Arran’s MP Patricia Gibson has urged the UK Government to prolong furlough for island businesses as we work to ease lockdown restrictions and rebuild our island economies.
Mrs Gibson made her call in a parliamentary petition to the House of Commons on Wednesday 10 June highlighting the precarious position islands are in as a result of the coronavirus pandemic, not least because of the higher proportion of older people who live there and the dependency of islands on tourism. She said:
“For Arran, this has been a particularly challenging time. Quite rightly, lockdown saw visits to Arran cease. Understandably, this had a devastating impact on the tourism and hospitality sectors, which provide the bulk of employment available to working-age residents.
“Exiting lockdown will be slower for Arran than on the mainland, as ferry capacity will be restricted to ensure social distancing in order to protect public health. This presents an unprecedented economic threat and clearly leaves the island at a disadvantage.
“Many hitherto profitable businesses are at risk. The planned reduction in UK Government support for businesses furloughed workers from 01 August, along with businesses being once more responsible for pension and National Insurance contributions is unsustainable and will inevitably lead to an increase in unemployment in sectors reliant on the summer trade.
“Island economies need additional support to survive this crisis.
“In order to sustain businesses and save jobs, the UK Government must act to support our island economies at this critical time. As all islands in the UK are likely to suffer to a similar degree, my petition calls on an extension of furlough to include them all, until our island economies are back on their feet. As less than 0.5% of the UK population lives on our islands, this should be easily achievable and ensure our island economies don’t just survive but thrive once the lockdown has ended.”
In some further news, Patricia Gibson writes about Safeguarding the Coronavirus Job Retention Scheme:
Recent Scottish Government figures show a drop in almost all areas of recorded crime compared to last year. However, some have used the lockdown as a chance to commit fraud.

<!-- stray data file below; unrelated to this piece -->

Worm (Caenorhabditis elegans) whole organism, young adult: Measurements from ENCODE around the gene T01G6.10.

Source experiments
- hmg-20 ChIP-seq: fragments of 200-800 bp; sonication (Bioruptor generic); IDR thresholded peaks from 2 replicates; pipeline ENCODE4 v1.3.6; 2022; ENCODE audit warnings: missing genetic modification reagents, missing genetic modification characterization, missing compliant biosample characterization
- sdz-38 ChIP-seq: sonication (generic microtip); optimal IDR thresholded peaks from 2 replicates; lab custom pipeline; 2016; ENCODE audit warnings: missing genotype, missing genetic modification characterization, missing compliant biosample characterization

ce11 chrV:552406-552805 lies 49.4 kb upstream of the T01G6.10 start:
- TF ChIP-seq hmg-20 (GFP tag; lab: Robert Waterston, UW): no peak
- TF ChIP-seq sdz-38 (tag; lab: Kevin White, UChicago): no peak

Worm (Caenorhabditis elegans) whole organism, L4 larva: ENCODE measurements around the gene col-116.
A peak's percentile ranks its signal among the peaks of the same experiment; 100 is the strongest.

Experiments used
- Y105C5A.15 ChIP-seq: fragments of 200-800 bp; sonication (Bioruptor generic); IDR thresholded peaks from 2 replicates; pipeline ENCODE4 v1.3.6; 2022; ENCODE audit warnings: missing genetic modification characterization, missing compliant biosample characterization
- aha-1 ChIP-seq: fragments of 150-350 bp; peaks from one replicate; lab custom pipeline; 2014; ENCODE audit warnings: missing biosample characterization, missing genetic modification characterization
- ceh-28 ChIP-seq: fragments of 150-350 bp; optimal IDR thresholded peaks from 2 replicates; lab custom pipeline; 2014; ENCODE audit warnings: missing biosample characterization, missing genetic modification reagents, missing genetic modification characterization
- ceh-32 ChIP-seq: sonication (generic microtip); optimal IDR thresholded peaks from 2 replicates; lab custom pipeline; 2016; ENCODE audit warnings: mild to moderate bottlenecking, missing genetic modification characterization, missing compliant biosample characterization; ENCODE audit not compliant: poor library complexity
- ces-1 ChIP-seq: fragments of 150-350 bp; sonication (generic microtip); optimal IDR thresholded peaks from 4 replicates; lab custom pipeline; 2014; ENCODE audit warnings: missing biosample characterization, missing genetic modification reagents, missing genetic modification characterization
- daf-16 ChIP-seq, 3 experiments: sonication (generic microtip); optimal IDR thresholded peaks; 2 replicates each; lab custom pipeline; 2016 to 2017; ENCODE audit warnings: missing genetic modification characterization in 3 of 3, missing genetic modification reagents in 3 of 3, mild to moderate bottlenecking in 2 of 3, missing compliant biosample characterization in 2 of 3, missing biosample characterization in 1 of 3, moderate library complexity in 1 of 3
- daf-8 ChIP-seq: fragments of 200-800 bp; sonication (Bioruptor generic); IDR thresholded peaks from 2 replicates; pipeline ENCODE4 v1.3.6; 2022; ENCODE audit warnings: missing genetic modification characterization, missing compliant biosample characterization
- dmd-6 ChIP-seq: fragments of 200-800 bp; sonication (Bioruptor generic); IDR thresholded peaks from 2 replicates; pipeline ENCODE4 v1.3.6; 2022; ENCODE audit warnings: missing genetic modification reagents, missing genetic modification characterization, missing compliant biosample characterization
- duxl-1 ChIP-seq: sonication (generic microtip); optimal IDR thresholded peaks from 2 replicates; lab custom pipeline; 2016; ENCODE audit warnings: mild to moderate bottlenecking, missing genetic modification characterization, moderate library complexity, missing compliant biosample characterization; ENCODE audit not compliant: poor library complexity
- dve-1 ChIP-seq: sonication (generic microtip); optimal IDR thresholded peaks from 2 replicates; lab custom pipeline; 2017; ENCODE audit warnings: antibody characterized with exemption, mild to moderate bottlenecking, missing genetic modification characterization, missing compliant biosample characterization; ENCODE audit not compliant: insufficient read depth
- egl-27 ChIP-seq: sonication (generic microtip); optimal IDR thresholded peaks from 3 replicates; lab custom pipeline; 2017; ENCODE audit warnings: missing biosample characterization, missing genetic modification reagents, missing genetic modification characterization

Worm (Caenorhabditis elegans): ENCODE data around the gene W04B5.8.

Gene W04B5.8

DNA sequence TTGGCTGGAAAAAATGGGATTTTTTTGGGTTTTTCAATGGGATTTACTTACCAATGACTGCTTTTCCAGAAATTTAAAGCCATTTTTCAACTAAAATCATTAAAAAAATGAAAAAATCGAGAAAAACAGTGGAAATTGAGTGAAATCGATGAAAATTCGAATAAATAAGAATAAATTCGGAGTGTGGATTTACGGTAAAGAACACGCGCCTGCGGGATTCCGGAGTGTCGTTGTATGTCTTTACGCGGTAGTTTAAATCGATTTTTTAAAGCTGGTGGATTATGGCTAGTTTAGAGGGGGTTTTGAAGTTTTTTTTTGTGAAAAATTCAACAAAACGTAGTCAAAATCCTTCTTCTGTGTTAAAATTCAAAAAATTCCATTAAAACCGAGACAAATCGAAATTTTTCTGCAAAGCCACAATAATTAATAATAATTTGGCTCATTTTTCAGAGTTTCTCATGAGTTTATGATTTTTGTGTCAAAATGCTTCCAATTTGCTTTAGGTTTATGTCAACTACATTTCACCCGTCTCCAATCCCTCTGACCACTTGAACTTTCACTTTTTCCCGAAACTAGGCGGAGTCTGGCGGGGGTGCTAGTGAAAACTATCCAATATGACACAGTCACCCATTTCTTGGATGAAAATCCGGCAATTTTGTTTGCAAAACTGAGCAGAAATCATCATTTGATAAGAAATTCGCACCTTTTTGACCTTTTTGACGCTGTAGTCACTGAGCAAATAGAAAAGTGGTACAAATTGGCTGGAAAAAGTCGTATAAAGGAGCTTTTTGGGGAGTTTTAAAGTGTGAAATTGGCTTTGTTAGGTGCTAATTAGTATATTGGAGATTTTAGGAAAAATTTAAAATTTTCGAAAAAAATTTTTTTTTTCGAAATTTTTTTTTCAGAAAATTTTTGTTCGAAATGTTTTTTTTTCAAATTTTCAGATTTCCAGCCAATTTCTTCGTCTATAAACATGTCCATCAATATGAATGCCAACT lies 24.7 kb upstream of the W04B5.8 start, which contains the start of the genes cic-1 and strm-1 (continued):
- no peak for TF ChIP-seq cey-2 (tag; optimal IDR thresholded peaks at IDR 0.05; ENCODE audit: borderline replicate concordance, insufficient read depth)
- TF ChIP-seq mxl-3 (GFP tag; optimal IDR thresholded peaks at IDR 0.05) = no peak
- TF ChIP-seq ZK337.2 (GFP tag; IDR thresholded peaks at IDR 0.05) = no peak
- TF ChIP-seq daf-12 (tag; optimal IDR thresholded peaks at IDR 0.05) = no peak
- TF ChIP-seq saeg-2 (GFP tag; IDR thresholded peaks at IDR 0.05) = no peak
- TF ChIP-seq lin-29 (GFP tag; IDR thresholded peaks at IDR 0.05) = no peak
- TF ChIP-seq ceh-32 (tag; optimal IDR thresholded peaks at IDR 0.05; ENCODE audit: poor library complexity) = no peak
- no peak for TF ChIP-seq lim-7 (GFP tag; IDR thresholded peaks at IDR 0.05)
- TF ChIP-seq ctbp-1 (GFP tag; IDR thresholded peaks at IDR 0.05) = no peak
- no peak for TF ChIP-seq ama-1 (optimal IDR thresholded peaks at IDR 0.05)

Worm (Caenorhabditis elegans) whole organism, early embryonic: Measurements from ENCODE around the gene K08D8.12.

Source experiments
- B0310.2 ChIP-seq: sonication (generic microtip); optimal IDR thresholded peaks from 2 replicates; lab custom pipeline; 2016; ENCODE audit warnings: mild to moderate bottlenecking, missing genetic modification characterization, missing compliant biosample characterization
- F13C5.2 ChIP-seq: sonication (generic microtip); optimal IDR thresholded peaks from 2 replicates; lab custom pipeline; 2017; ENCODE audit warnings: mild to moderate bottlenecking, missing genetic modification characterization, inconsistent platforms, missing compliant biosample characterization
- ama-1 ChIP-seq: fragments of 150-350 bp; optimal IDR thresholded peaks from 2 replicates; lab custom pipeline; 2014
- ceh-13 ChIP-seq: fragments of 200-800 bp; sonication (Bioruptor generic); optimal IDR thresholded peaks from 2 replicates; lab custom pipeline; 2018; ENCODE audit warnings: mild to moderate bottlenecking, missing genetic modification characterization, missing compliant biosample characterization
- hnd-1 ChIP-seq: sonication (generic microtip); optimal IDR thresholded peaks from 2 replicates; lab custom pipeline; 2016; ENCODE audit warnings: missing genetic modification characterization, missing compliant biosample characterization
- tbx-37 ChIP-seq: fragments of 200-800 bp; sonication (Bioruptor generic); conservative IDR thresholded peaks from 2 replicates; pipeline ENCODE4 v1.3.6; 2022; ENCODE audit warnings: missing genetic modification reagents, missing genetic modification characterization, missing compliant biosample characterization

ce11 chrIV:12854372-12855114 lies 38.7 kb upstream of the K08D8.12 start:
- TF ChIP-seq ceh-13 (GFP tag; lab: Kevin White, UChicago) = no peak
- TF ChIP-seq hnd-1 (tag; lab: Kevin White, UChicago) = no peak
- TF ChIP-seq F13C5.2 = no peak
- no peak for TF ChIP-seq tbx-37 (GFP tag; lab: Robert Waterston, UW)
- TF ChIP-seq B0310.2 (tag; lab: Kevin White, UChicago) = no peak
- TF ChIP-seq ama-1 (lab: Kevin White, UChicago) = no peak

Her Majesty’s Revenue and Customs (HMRC) has received almost 1,900 reports of fraudulent use of the Coronavirus Job Retention Scheme (CJRS) up until the end of May.
Under this scheme, the UK Government pays 80% of employee wages up to the value of £2,500 a month for any employee who cannot work because of coronavirus lockdown restrictions. This helps employers keep staff on their books, rather make them redundant. The scheme is set to run until October, with 8.7 million jobs furloughed since the crisis began, involving 1.1 million employers.
While far from perfect, the CJRS has nonetheless provided vital support to workers who might otherwise now be unemployed at this extremely difficult time. So, it is hugely disappointing that a minority of employers ask staff to work while furloughed and claim taxpayers’ money on their behalf without their knowledge.
I urged the UK Government to ensure that all taxpayers’ money paid out under the CJRS reaches the furloughed employees for whom it is intended and asked HMRC to advise employees of any money paid to employers on their behalf.
Currently, HMRC’s Real Time Information system can only be accessed by an employer or an agent authorised by that employer, so workers have no means of knowing if their National, Insurance number has been used to claim under the scheme. It is totally unacceptable that employees could have their National Insurance number used without their knowledge while money is claimed on their behalf.
HMRC must ensure that all furloughed employees are given this information to prevent a situation whereby some unscrupulous employers fraudulently divert money meant for furloughed workers.
Anyone concerned their employer may be fraudulently abusing the scheme can contact HMRC anonymously.
These reports are just one way that HMRC identifies fraud. Claims are checked and payments withheld or must be repaid if based on dishonest or inaccurate information. If a genuine mistake, HMRC will help put it right, but won’t hesitate to act where fraud is suspected.
I have repeatedly called on the UK Government – to which such powers are reserved – to protect livelihoods by temporarily introducing a guaranteed minimum income for everyone. This would put cash directly into the pockets of employees, rather than being at the employer’s discretion and help ensure a strong economic recovery, a fairer society and reduce the likelihood of the system being manipulated. Despite cross-party support for the idea, the UK Government rejected it.
I welcomed the roll-out of the CJRS. However, UK Ministers must now act to ensure furlough is not undermined. It is a vital part of the collective effort to protect jobs and the economy. While businesses are struggling to see a future at the moment, it is disappointing that a minority see it as a way to obtain taxpayers money to which they are not entitled.